Sunday, August 11, 2013

Best of Walt Disney Television Animation

20. Aladdin (86 episodes, 1994-1995, Disney Afternoon and CBS)
The Aladdin spin-offs took on a life of their own as they are able to stand apart from the classic movie and remain entertaining despite the noticeable animation drop.  This series takes place in between the sequels Return of Jafar and Aladdin and the King of Thieves (both animated by Walt Disney Television Animation as well).  This show had its own villains and sense of adventure and fantasy.  Also made a great use of Iago as comic relief and works towards making Jasmine a more independent character.

19. House of Mouse (52 episodes, 2001-2003, One Saturday Morning)
This was a very fun, creative idea.  It features shorts from the previous series Mickey Mouse Works, the shorts themselves are serviceable albeit unspectacular.  However the inside jokes and the unique pairings of Disney characters from all over the studios library are just perfect.  Any Disney fan will get a kick out of seeing these favorite characters in a casual nightclub setting.

18. Bonkers (65 episodes, 1993-1995, Disney Afternoon)
Clearly inspired by Who Framed Roger Rabbit but found its own identity.  Bonkers is a fun lead character and the wacky cartoon setting leads to a lot of fun.  The series also featured several cameos and references to other characters.

17. The Weekenders (39 episodes, 1999-2002, One Saturday Morning)
The ABC children's block One Saturday Morning showcased educational cartoons (which fulfilled the FCCs three hour of educational/instructional programming requirement).  However even though the series really only qualified as educational due to them being set in school a lot of them were pretty entertaining.  Weekenders was a fun play on preteen stereotypes that featured a likable lively cast.  It also had an awesome theme song from Wayne Brady.

16. Pepper Ann (65 episodes, 1997-2001, One Saturday Morning)
One of the initial One Saturday Morning series, and while it never reached the popularity or marketability of Recess and Disney's Doug it managed to last for most of the block's run.  On the surface the show seems pretty bland and standard but it gets pretty wacky and absurd despite its overly suburban setting.  A lot of fun supporting characters and Pepper Ann herself is a strong lead.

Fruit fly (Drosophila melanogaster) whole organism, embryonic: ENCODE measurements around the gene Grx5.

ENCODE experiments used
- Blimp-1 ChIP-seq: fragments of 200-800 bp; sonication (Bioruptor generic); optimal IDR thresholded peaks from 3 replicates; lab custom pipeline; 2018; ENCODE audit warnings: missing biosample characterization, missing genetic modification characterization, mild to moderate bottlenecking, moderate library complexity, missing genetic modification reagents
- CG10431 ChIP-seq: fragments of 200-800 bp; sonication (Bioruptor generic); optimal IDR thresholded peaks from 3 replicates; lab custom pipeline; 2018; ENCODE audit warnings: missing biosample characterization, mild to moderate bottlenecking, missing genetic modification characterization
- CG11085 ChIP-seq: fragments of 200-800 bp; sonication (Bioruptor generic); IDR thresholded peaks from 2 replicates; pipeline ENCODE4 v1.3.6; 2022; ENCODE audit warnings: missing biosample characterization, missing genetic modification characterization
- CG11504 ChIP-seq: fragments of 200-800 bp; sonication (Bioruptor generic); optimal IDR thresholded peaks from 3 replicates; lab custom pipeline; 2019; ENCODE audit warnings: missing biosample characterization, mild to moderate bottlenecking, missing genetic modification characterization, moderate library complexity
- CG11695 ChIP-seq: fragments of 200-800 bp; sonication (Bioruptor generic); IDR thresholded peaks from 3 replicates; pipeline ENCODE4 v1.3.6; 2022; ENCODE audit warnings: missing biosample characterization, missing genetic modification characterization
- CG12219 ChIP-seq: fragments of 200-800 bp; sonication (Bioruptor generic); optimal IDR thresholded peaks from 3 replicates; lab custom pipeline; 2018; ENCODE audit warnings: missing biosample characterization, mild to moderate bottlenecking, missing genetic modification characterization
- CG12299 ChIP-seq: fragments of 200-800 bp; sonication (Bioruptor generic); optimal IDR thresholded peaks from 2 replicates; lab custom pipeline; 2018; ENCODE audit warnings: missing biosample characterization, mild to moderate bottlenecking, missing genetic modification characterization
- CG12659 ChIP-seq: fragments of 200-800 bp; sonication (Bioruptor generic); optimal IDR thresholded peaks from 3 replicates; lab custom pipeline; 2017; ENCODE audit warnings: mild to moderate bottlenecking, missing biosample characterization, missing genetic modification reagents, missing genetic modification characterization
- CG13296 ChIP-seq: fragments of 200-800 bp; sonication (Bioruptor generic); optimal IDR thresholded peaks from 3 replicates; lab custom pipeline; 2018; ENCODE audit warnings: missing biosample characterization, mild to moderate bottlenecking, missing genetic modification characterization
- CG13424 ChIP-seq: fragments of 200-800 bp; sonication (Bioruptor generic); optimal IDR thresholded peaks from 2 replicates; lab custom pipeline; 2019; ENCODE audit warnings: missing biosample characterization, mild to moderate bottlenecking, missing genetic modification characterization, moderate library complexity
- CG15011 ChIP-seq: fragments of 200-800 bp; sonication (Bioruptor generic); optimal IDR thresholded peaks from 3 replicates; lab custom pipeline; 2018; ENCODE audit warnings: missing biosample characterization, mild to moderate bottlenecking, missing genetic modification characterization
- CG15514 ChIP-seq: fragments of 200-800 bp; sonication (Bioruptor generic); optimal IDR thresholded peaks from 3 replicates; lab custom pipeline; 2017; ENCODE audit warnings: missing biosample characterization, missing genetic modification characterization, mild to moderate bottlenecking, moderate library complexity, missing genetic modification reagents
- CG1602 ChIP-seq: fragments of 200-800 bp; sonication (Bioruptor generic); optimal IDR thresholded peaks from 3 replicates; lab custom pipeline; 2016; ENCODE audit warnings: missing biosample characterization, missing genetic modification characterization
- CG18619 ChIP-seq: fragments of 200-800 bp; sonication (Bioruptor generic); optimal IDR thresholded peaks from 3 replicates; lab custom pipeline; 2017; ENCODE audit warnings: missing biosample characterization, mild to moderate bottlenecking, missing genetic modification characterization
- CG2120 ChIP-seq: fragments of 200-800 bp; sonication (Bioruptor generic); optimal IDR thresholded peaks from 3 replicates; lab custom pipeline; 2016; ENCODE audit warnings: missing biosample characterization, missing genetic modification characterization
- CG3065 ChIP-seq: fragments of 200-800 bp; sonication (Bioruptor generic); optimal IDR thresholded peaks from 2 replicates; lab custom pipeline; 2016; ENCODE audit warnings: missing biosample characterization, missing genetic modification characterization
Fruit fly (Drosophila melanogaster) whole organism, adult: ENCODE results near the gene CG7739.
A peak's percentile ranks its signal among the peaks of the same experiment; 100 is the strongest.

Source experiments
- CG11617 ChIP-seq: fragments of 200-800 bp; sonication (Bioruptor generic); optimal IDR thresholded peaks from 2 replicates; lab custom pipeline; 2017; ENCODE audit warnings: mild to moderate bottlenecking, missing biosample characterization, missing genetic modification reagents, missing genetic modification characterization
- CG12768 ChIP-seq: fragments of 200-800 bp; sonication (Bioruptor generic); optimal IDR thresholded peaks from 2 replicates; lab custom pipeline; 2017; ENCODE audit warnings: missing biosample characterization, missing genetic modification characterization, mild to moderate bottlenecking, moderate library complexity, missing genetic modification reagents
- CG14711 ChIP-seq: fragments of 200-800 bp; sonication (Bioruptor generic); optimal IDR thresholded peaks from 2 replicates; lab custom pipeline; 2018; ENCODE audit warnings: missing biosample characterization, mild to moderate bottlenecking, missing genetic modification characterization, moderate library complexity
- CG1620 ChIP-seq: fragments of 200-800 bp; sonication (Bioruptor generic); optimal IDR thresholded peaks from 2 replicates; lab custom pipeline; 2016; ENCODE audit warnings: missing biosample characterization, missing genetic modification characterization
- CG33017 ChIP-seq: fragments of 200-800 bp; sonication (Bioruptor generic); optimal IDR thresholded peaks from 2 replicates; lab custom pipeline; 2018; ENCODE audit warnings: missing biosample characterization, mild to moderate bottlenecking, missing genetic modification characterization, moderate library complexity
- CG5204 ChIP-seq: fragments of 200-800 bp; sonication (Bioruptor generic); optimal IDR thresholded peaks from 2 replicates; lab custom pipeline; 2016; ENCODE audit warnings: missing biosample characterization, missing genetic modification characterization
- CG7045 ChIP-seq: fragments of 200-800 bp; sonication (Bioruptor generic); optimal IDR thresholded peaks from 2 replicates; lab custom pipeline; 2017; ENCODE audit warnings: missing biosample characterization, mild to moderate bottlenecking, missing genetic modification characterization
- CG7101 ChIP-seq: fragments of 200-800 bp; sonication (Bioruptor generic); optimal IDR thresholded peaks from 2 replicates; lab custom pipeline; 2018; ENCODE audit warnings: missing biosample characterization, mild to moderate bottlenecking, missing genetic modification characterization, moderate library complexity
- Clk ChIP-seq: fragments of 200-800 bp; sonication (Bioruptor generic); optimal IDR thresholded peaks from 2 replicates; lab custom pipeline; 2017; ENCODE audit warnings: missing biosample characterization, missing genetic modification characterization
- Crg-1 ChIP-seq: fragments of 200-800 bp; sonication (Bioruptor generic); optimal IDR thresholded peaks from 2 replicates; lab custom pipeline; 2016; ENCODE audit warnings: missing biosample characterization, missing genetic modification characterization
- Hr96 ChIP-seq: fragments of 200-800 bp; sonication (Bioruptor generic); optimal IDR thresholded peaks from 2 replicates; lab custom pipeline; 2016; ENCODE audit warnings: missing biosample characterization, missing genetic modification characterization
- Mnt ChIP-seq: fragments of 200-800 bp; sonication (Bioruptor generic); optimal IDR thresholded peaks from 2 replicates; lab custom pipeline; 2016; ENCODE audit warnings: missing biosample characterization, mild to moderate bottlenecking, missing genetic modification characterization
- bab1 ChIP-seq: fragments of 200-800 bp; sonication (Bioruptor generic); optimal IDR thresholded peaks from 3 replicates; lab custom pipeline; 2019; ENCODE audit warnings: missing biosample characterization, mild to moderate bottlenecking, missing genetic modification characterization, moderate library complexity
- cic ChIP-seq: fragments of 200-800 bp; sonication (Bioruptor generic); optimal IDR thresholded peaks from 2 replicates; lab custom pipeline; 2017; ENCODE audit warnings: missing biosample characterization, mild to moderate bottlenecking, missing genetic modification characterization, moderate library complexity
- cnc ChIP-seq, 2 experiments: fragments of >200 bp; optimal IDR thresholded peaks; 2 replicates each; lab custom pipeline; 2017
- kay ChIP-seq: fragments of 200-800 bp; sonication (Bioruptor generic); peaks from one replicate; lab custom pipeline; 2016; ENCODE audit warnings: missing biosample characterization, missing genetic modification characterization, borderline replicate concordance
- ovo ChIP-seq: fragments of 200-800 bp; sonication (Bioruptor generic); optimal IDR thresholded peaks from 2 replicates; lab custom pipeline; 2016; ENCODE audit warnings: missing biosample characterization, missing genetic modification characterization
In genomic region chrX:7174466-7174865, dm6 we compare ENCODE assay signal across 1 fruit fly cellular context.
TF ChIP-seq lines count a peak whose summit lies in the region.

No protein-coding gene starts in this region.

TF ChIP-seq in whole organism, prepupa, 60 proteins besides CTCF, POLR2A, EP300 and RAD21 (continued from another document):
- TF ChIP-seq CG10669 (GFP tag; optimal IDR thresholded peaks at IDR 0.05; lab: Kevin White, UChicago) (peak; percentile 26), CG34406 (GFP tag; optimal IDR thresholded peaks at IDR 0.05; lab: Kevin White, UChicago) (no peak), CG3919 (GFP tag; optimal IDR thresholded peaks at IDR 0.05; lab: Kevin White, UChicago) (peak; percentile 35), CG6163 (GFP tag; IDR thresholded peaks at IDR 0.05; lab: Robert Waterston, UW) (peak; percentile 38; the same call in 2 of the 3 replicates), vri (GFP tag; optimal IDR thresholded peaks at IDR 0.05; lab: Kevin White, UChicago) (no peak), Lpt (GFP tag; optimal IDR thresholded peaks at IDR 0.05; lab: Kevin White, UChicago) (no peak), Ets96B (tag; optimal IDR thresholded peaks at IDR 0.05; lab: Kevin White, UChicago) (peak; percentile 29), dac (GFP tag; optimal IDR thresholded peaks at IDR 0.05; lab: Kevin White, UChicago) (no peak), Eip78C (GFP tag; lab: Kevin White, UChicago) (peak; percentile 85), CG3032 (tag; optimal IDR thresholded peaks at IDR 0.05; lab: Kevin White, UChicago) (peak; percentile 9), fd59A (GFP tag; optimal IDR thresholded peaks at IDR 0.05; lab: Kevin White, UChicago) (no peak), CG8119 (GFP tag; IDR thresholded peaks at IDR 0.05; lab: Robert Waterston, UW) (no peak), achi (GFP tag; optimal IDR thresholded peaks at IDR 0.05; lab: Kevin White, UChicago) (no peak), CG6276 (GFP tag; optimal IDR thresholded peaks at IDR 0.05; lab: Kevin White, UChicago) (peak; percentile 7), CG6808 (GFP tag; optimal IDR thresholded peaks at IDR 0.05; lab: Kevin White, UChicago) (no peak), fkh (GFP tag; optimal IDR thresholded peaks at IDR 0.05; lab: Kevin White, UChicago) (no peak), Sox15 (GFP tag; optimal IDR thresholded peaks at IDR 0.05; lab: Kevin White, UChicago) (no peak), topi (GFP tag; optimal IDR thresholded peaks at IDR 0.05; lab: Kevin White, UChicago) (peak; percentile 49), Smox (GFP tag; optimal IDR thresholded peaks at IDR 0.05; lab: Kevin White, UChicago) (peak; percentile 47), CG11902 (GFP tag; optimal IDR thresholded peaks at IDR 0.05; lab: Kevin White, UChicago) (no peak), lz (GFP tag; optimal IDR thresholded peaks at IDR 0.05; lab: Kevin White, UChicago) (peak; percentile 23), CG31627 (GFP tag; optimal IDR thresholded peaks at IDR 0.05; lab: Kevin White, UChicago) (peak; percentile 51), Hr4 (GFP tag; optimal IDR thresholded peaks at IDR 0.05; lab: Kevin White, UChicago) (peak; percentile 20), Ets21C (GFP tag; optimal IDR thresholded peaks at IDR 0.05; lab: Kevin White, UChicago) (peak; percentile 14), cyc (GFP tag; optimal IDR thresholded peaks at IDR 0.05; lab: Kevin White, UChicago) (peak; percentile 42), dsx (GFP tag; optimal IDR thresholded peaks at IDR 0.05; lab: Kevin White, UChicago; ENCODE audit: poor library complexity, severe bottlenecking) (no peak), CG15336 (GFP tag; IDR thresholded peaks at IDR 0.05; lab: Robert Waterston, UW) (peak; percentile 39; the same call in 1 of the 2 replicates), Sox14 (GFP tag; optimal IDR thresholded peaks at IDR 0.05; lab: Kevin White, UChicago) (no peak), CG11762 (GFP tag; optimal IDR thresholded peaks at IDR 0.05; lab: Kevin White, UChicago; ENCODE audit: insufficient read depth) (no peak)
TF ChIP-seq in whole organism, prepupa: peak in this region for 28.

15. Goof Troop (79 episodes, 1992-1993, Disney Afternoon and ABC)
While this series is very good it is notable for the reinvention of Goofy as a father.  While he had played a father several times in shorts in the fifties it was just for laughs, here he has a realistic relationship with his son Max who is a great kid character.  Goofy really makes sense as a father figure, he is embarrassing but clearly sincere.  The show led to the beloved A Goofy Movie and its fun sequel An Extremely Goofy Movie which both stand on their own as great features.

14. Dave the Barbarian (21 episodes, 2004-2005, Disney Channel)
This absurd series was far too short-lived, but it clearly stood out amongst Disney Channel's tween shows.  A lot of goofy humor and a unique art direction.  Feels a lot more like a Nicktoon but it is a very good one.  Fun little comedy with a distinct setting.

13. Teacher's Pet (39 episodes, 2000-2002, One Saturday Morning)
Far more stylized than the usual Disney fare, but its individuality really makes it work.  The style of Gary Baseman is appealing but irreverent.  The series, while not a huge hit on TV, led to a theatrically released feature that was received extremely well critically.

12. Fillmore! (26 episodes, 2002-2003, ABC Kids)
One of the last great series to premiere on Saturday mornings and the only original series on the ABC Kids brand.  The show plays it very much like a straight detective drama but it is broad enough to be interesting to younger viewers.  The show was well plotted and had some decent mysteries.

11. The Replacements (52 episodes, 2006-2009, Disney Channel)
When I first saw the premise of this show I thought that it would never last.  Did not see a lot of potential of two kids have a phone that allows them to replace adults.  However the show found creative ways to use the gimmicks and the characters were strong enough to stand on their on without the gimmick.  The lead characters are all fun, especially the parents who are plays on Evil Knievel and Emma Peel from the British Avengers.  The series has especially strong voice work (particularly from Daran Norris and Kath Soucie as the aforementioned characters.  Not many have seen this show but it is a great one.